Qualities for Success
What qualities should I look for in choosing a mentor?
- is interested in developing your career.
- is committed to mentoring (and has a successful track record).
- is available and accessible.
- matches your professional and personal needs (and has the ability to assist you in skill development).
- is a good communicator (encouraging and honest).
- will sponsor you and provide networking opportunities.
- has institutional “memory” and is savvy.
- has the potential for reciprocity.
- has admirable personal qualities (enthusiasm, compassion, selflessness).
Who can be part of my mentoring committee?
- Chair of the mentoring committee is an associate or full professor in the Department of Internal Medicine.
- The chair of the mentoring committee should be on the same pathway.
- Other members may be from outside the division or outside the Department of Internal Medicine.
- Ideally, one mentor should be recently promoted to associate professor in the Department of Internal Medicine.
- Division chiefs cannot serve on the mentoring committee for faculty members in their division in order to enhance open discussion of potential issues.
- Members of the mentoring committee can be modified to meet the needs of the mentee.
What qualities do I need as a mentee?
- able to take initiative and drive the partnership.
- capable of establishing clear and specific objectives.
- comfortable asking for assistance.
- open to hearing new ideas and perspectives.
- receptive to constructive feedback.
- someone who values and appreciates feedback.
- willing to change behaviors.
- respectful and able to instill trust.
- open to showing appreciation and gratitude.
- able to maintain a high-level of professionalism, self-motivation, engagement, curiosity, and ethical standards
- willing to strive to meet established deadlines.
Being a mentee requires an active role, and involves responsibilities including actively seeking and accepting guidance, sharing values, needs, and aspirations, and being willing to listen and learn.
Traits of An Outstanding Mentee
- Considerate: A good mentee recognizes that mentors are busy professionals who are donating valuable time.
- Responsible: A good mentee carefully thinks out questions to maximize the use of the mentor’s time.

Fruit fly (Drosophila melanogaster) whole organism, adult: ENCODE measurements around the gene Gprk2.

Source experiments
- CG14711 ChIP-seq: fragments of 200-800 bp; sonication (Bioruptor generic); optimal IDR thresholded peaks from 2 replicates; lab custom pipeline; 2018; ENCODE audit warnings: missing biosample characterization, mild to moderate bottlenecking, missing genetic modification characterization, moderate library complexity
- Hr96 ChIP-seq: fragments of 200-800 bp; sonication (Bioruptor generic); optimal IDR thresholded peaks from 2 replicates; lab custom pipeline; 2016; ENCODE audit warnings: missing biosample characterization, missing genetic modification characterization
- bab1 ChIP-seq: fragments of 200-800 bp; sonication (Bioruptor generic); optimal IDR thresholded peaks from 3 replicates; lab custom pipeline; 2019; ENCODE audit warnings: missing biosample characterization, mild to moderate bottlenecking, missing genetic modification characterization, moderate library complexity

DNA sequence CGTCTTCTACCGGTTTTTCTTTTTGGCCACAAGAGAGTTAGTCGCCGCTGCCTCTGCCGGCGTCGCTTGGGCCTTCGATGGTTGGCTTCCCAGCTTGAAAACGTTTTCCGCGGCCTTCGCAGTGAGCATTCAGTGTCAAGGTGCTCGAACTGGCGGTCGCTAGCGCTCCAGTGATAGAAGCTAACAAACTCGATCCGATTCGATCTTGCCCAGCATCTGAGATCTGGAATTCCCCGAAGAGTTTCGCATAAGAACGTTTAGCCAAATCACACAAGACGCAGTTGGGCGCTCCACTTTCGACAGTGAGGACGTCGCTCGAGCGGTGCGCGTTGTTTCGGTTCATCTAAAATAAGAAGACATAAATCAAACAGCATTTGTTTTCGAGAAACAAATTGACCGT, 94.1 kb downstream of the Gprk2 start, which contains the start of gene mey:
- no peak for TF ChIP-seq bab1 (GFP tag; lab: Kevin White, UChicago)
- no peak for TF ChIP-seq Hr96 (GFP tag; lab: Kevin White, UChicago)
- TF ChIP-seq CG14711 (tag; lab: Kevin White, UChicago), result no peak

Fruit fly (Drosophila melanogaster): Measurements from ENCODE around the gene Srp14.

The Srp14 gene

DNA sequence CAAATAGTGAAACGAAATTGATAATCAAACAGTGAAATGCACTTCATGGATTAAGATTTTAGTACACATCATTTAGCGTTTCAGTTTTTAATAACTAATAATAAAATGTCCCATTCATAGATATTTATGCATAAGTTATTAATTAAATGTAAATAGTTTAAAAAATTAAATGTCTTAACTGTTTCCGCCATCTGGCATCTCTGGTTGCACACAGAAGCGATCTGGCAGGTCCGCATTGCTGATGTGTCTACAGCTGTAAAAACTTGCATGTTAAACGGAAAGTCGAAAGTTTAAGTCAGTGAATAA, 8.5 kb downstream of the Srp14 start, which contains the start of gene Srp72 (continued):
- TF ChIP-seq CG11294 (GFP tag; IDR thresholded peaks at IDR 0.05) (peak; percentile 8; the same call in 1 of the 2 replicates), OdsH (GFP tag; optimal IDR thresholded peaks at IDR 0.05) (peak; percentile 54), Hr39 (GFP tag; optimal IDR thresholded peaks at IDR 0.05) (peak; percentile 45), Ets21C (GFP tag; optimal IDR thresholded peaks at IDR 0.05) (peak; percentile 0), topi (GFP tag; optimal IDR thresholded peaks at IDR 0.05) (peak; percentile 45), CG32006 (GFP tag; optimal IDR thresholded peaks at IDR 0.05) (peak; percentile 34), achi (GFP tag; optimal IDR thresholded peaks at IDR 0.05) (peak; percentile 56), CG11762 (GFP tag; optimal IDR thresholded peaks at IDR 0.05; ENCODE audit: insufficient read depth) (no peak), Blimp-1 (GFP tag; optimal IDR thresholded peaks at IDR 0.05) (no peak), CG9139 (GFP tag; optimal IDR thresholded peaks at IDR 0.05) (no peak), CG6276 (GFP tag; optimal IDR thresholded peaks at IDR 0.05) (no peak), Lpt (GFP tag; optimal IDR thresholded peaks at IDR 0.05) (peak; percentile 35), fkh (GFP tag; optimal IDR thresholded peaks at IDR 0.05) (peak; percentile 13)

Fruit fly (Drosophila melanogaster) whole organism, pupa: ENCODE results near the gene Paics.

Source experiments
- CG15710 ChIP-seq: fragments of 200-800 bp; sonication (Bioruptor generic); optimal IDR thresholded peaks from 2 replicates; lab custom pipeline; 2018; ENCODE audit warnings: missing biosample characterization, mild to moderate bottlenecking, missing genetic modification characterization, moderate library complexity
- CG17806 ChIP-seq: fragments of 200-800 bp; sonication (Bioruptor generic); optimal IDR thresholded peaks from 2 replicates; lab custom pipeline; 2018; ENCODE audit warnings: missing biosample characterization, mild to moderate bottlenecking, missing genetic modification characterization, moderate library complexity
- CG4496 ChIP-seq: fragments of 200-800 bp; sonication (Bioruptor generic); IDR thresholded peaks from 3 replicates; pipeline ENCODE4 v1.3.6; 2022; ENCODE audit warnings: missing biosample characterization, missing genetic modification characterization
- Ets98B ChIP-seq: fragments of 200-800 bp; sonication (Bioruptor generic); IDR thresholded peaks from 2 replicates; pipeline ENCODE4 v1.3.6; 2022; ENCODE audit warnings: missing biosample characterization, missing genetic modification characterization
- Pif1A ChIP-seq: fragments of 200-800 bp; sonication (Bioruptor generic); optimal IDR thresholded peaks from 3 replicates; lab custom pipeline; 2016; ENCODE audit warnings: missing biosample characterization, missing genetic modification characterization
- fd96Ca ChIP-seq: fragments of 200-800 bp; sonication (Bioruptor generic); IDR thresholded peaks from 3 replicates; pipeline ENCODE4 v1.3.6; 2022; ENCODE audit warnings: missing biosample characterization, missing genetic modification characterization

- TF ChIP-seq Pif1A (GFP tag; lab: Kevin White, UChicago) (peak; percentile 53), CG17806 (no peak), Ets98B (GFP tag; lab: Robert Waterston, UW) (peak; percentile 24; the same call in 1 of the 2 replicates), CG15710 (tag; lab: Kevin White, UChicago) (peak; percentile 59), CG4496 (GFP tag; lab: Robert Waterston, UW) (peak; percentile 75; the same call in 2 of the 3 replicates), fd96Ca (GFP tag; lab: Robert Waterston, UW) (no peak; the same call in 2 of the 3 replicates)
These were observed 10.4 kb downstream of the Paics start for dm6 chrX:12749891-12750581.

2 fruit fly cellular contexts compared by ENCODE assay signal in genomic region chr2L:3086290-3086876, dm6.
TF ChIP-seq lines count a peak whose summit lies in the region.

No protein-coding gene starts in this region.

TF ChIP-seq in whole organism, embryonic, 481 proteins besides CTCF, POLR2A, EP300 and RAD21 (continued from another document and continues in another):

- Respectful: A good mentee realizes that some communication with the mentor might be professionally sensitive and should be kept confidential.
- Adaptable: A good mentee understands that the mentor’s schedule may prevent him/her from being available at the time or in the mode that they desire. Part of your process of learning will include how to negotiate terms with your mentor and other professional research collaborators.
- Proactive: A good mentee suggests ways in which he/she can benefit from the relationship.
Individual Career Development Plan
The Career Development Plan provides a coherently organized written plan for academic advancement, which recognizes the aspirations of faculty members as well as the needs of the divisions where they work. This Plan will help faculty members to define and describe intellectual focus, clarifypersonal values, and long-term career goals, and identify areas where skill development is necessary. We encourage mentees to utilize the template in establishing career goals.
Individual Career Development Plan (IDP) (PPT download)
By visualizing your network of mentoring relationships, and keeping your professional or personal goals in mind, you can identify which relationships will help you reach those goals.
Please complete the Mentoring Map (PDF)
Please take the Mentee Self-Assessment (Word document).
For those interested in research, please complete the Clinical Research Appraisal Inventory (CRAI).
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